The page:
Mark Latham, Jeremy Corbyn, and the quest for authenticity

IT is more than a decade since Mark Latham’s spectacular departure from federal politics, but the former Labor leader is still making headlines.

For the past eight years, Latham has been a regular columnist in the Australian Financial Review, and for those interested in politics, it has been required reading.

Like his seminal The Latham Diaries — which provided a unique, if self-serving, take on what happens behind-the-scenes in federal politics and the Labor Party — you might find yourself frequently disagreeing with what Latham has written.

But more often than not, his columns have been insightful and provocative, with grains of truth buried within. And frequently, very funny. He is a gifted wordsmith.

Sometimes they have also crossed the line; more so in recent months, when he has taken aim at some prominent women including Australian of the Year Rosie Batty and transgender military officer and writer Cate McGregor.

Career over?

But his career as a columnist ended abruptly a little over a week ago when Latham quit/was sacked over a series of bullying and offensive tweets from an account called @realMarkLatham, which while it may not have been officially registered by Latham, was loosely connected to him and not disowned by him.

(Coincidentally, another former Fin columnist, Liberal pollster Mark Textor, ended his writing career in similar circumstances a few years ago after some injudicious whiskey-fuelled late night tweets aimed at female journalists. What is it about these alpha-males and social media?)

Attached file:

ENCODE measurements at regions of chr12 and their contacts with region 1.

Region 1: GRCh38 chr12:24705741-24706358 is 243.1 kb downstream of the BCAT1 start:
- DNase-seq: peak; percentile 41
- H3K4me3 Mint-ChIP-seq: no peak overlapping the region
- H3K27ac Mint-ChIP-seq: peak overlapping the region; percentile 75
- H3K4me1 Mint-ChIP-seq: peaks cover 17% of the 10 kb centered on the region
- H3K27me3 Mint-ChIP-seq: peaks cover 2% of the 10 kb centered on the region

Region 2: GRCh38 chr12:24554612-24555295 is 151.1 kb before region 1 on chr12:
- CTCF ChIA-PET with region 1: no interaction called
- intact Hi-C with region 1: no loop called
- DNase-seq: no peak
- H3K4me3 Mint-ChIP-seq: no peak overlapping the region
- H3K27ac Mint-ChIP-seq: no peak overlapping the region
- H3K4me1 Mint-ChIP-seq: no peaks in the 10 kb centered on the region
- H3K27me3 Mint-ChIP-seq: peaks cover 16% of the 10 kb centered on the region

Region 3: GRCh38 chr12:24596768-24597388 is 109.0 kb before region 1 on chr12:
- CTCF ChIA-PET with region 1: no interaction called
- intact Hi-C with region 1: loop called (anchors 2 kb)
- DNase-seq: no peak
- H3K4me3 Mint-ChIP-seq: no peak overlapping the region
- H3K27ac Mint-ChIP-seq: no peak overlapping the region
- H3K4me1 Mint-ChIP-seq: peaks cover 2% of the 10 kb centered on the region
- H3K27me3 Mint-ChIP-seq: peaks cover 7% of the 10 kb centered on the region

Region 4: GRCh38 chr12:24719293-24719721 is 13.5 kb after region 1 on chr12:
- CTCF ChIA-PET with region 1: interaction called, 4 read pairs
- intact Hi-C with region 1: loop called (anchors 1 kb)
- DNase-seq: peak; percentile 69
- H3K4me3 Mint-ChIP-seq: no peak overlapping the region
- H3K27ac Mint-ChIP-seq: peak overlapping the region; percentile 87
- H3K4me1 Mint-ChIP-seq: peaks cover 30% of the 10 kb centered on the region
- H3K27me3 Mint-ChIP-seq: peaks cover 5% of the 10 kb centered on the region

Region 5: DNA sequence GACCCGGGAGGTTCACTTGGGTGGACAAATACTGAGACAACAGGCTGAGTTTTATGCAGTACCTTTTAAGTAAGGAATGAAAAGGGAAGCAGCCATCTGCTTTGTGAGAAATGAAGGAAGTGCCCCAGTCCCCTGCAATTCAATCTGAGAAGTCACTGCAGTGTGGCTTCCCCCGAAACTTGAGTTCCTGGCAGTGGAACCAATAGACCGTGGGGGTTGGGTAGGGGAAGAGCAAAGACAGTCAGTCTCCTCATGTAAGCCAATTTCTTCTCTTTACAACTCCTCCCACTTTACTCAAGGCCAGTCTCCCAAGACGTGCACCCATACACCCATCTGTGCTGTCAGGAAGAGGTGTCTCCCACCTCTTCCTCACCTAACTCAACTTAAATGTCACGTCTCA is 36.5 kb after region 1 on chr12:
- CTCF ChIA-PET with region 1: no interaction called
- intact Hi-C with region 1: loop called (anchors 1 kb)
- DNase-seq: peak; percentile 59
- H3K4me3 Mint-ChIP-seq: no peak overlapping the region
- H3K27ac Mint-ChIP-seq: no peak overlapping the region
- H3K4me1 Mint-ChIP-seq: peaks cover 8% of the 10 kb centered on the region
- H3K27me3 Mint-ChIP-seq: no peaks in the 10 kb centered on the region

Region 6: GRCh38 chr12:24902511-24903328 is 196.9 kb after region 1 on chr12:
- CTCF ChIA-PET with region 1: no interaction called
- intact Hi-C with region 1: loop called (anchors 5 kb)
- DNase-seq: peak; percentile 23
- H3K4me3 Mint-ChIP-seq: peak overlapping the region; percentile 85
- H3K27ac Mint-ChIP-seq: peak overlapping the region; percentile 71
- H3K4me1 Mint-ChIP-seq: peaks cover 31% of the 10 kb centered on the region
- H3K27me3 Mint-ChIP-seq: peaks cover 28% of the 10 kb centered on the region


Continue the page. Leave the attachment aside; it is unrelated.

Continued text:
Days later, Latham poured fuel onto the fire with an expletive-laden appearance at the Melbourne Writers Festival, where he called his host, journalist Jonathan Green, “a wanker” among other things. That has prompted a number of people, including his former publisher, Louise Adler, to express concerns about his state of mind.

Perhaps one of the lessons of Latham’s latest burn out is that you shouldn’t say anything on Twitter that you would not say in a respectable newspaper. Maybe a rehabilitated Latham will be back. There must still be one or two media outlets he has not got offside (although we can pretty safely bet he won’t be writing for BuzzFeed any time soon).

The purpose of this column is not necessarily to defend Mark Latham. There are others, such as Jeff Kennett, who are prepared to do that.

Undoubtedly, Latham gets up a lot of people’s noses. As at least one Sydney taxi driver can testify, he is an obnoxious character, either deliberately or accidentally, with a macho chip on his shoulder, and despite having been handed more opportunities than most — including being taken under the wing of Gough Whitlam in his early days — he has burnt almost every bridge over the years.

There is a crisis of faith in modern politics in the developed world, and part of the solution is more authenticity, not less.

But Latham’s refusal to play the part of a sanitised, machine man politician is noteworthy because at least he’s not pretending to be something he’s not.